There have been no structural changes to the Cervelo P2 frameset since my review last year. The P2 remains a triathlete and TT favorite and the mechanical shifting version of the P2 is equipped the same as 2016. So why a new post? Well, for 2017, the Cervelo P2 is now available from the factory with Shimano’s excellent Di2 electronic shifting. A Cervelo P2 Di2 shift version well under $4000 is worthy of note.
This post won’t rehash the blend of well sorted frame geometry, comfort, aerodynamics, mechanical simplicity and price that has made the Cervelo P2 the best selling triathlon bike of all time. You can check out our review from last year for that information. Today, I want to highlight the addition of a Cervelo P2 model that includes Shimano’s 6870 Di2 drivetrain and why it is worth considering.
I have always thought that one of the best applications of Di2 technology is for tri bikes. Properly fit and set-up, Shimano’s Di2 shifting system wastes no energy to shift – basically all you are doing is pressing a button. Shifting is quick and precise and all but effortless. Riders tend to shift more frequently with electronic shifting and maintain their cadence better for these reasons. A higher and more consistent cadence usually means fresher legs for the run.
Electronic shifting also shifts more accurately and consistently than mechanical shifting. This is especially true on a triathlon frame where challenging twisted runs of cable and housing within a frame can create friction. By turning the shift command into an electronic transmission, there is no longer any cable friction to create sluggish or finicky shifting. There is also no longer a cable to break or fray at an inopportune time.
When it comes to shift performance, Di2’s front shifting offers notable benefits on a TT bike. The last thing you need is a dropped chain, particularly on the inside of the chainrings, during a race. Of course this always happens on a climb, trying to shift to the small chainring under high torque and low cadence. If the chain drops on the inside you have no choice but to stop, get off, put the chain back on, remount and get going again, uphill. This is pretty good recipe to ruin an otherwise great bike split. Such problems, while not impossible, are a rare occurrence with a properly set up Di2 system.
The Rest of the Cervelo P2 Di2 Component Specifications
The rest of the Cervelo P2 Di2 component spec is pretty much unchanged from the mechanical shifting version. These include Shimano 105 brakes, which work very well, almost on a par with 6800 Ultegra brakes. The major differences are that the 105 calipers weigh a bit more, and they lack the spring tension adjustment of the Ultegra calipers. The feel is great, as is the stopping power. What a concept – a tri bike with good brakes! The crank is a FSA unit specifically designed for Cervelo’s BBRight bottom bracket design. The saddle is an ISM Prologue while the aerobars are a pedestrian, but very functional and adjustable, alloy Profile T4+. The wheels are Shimano’s R500, which are no race wheel, but are solid training wheels for most riders.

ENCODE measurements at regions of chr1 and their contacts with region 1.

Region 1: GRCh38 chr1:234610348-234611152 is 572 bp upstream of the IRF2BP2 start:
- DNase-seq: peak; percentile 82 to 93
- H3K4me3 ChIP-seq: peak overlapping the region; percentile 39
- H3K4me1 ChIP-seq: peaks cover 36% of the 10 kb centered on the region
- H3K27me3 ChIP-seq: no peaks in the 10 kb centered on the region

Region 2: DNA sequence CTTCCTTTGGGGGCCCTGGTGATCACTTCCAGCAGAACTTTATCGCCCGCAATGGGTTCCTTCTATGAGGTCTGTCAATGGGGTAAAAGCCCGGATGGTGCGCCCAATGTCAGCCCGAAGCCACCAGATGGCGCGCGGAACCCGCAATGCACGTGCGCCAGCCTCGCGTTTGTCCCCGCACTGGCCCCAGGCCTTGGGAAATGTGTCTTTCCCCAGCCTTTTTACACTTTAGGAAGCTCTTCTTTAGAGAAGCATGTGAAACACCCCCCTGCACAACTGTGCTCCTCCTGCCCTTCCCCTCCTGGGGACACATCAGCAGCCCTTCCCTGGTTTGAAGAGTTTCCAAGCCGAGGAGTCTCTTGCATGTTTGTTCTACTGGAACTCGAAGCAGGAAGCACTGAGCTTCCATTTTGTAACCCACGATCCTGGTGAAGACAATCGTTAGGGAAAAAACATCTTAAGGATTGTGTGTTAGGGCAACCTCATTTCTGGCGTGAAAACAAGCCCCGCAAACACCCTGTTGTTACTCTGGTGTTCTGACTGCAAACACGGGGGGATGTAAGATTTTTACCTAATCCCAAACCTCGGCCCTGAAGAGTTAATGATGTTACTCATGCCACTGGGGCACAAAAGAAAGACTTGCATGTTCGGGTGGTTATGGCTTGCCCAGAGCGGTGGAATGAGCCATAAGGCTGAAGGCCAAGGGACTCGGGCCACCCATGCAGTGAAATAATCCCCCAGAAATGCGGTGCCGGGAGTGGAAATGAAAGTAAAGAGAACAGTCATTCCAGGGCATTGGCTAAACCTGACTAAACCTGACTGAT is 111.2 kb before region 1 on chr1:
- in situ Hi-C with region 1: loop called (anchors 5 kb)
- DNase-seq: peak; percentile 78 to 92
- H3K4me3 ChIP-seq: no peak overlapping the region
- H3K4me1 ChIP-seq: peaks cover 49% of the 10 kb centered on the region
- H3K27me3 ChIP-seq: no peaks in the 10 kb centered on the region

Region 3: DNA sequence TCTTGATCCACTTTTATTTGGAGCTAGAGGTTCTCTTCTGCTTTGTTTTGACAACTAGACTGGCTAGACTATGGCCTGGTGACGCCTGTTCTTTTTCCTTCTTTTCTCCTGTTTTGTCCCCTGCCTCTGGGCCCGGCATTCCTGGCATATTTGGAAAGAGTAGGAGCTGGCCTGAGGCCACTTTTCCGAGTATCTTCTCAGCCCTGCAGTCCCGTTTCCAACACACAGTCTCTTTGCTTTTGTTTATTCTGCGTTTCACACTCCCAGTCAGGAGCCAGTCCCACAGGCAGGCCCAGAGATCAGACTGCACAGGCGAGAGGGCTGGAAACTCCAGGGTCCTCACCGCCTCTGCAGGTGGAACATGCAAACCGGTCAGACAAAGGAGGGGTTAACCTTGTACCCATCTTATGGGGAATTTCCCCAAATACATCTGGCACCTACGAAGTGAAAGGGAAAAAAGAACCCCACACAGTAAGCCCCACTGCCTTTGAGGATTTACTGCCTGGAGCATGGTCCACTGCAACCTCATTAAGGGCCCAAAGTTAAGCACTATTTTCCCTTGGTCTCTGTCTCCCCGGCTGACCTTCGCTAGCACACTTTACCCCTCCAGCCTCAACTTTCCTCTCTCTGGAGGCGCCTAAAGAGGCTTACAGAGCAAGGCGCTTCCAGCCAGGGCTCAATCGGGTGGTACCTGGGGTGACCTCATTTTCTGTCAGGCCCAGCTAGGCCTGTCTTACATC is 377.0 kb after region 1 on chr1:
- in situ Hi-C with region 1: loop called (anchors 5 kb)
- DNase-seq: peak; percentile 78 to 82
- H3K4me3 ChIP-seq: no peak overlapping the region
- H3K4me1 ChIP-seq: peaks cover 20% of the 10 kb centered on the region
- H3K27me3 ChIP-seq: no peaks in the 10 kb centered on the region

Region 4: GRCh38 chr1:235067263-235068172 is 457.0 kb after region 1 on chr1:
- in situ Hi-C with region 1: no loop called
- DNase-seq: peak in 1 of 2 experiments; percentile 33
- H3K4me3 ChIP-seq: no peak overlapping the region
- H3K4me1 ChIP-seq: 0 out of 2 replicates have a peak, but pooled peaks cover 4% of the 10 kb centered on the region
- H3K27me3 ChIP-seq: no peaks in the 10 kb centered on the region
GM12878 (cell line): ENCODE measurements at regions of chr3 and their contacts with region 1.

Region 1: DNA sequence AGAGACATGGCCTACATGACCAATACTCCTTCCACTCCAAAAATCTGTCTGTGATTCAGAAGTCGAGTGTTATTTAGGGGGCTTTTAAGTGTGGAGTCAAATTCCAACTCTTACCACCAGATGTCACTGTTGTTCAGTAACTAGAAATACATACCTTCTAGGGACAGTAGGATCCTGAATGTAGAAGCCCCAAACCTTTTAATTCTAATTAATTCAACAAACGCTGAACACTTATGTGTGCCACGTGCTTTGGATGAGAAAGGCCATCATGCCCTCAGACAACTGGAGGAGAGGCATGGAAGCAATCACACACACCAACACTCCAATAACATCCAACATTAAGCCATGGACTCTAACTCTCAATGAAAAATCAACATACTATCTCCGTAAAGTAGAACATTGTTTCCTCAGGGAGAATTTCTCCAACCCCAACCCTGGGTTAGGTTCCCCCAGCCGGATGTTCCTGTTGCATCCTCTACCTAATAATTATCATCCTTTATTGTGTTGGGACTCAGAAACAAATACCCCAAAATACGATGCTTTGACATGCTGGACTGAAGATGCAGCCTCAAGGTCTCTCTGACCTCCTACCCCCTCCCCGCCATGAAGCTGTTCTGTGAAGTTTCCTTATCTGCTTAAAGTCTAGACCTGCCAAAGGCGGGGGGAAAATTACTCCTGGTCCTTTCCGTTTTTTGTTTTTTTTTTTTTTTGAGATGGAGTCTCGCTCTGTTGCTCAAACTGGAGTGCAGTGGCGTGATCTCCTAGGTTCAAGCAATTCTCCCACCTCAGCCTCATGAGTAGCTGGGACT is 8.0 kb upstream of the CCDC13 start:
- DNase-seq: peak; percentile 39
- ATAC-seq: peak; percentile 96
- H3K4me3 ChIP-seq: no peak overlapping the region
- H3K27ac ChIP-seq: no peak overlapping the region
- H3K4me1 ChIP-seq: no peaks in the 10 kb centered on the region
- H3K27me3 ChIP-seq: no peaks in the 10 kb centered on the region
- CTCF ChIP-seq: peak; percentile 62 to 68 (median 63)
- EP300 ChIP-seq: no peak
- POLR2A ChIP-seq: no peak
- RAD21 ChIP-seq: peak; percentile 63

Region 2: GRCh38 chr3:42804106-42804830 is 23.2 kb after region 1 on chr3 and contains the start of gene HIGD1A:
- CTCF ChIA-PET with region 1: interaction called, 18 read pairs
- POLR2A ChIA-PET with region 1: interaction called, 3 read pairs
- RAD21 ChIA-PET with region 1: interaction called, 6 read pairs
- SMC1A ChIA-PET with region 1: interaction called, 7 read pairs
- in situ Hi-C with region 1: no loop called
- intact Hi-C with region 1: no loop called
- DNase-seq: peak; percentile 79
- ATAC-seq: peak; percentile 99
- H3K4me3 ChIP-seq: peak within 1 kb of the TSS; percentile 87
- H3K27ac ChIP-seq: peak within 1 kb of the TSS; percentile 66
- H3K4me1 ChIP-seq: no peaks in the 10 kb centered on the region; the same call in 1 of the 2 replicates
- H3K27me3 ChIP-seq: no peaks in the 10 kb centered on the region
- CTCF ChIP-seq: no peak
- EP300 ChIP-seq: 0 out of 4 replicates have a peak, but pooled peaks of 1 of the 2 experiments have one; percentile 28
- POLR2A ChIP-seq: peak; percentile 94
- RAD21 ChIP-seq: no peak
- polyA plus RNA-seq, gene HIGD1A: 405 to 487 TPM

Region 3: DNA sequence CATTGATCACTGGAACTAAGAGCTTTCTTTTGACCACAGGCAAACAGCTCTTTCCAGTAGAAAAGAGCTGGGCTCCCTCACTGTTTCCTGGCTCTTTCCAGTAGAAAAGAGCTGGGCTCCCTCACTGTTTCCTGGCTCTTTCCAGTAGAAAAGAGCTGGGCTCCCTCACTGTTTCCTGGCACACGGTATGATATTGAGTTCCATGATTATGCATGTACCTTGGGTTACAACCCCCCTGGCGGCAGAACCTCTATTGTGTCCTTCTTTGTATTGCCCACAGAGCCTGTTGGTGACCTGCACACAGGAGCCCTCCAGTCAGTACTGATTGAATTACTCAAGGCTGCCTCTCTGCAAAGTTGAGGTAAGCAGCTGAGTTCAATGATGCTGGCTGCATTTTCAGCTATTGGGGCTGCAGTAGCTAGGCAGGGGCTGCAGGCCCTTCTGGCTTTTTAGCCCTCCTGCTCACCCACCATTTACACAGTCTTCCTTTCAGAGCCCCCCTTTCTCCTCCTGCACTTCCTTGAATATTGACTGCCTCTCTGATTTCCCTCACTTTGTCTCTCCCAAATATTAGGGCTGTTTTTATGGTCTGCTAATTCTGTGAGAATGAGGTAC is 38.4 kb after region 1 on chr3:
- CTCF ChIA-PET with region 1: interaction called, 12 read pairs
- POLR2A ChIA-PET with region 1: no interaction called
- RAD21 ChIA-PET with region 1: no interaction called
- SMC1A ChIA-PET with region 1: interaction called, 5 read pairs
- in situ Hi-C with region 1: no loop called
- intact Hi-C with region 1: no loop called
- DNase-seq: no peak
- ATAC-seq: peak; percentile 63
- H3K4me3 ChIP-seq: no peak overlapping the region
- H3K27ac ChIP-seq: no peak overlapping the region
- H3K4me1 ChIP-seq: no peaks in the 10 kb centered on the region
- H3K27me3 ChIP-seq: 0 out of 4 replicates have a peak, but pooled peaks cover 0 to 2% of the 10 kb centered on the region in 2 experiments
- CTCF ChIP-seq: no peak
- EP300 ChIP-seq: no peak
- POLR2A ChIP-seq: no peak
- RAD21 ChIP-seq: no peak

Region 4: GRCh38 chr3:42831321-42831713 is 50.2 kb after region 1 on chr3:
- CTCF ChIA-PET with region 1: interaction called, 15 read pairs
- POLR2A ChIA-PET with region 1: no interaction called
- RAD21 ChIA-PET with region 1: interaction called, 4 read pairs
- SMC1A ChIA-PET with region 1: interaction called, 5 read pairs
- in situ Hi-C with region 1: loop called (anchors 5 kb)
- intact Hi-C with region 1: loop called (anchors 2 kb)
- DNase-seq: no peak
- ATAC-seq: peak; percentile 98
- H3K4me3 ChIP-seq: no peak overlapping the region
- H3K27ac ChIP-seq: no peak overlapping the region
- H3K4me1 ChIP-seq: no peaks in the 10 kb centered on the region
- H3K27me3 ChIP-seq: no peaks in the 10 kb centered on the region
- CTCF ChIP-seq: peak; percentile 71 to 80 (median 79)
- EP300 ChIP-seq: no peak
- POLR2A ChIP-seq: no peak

What is the Cervelo P2 Di2 Missing?
Outside of the aforementioned wheels not being race capable, the Cervelo P2 Di2 does not come with Shimano’s brake/shift lever combination that allows the rider to shift from the basebar. Putting Shimano’s 6871 TT levers on this bike initially would have driven up the price a few hundred dollars, so they became a “future upgrade option”. Thankfully, Cervelo included Shimano’s 5 port cockpit junction box, so upgrading to Shimano’s 6871 brake/shift levers is a simple matter that doesn’t require replacing the junction box. Having the ability to shift when your hands are on the brake levers is a real advantage and this is very worth adding to a P2 Di2.
Cervelo P2 Di2 – A Lot of Performance and High-end Features for Under $4,000
I have said it many times, but will say it again. The Cervelo P2 has always been a great tri bike for the money. While not competition for the top of the line superbikes in terms of aerodynamics, few tri bikes offer as proven a frame as the P2, regardless of price. In terms of mechanical simplicity and braking, the P2 gives just about every tri bike on the market a run for its money. For ’17, the mechanical shifting Cervelo P2 is $2,800, the same as last year. That is a lot of bike for under $3K.
The 2017 P2 with Di2 comes in at $3,700 – just $900 more than the 105-equipped mechanical bike. You would normally expect that kind of price difference over a mechanical Ultegra-equipped bike, not 105. If it is time to upgrade your old tri bike, or if you are getting into triathlon, a Cervelo P2 equipped with Shimano Di2 is a great value that provides the great benefits of electronic shifting at a wallet friendly price. Just make sure that you take a “fit first” approach to your bike selection – make sure the Cervelo P2 can be set-up to safely work with your riding position – before laying down your hard earned money.
Fit Werx was a pioneer in providing professional fittings based in biomechanics and taking a Rider First Approach to bike fit and bike selection. Contact us to talk more about whether a Cervelo P2 Di2 makes sense for you.
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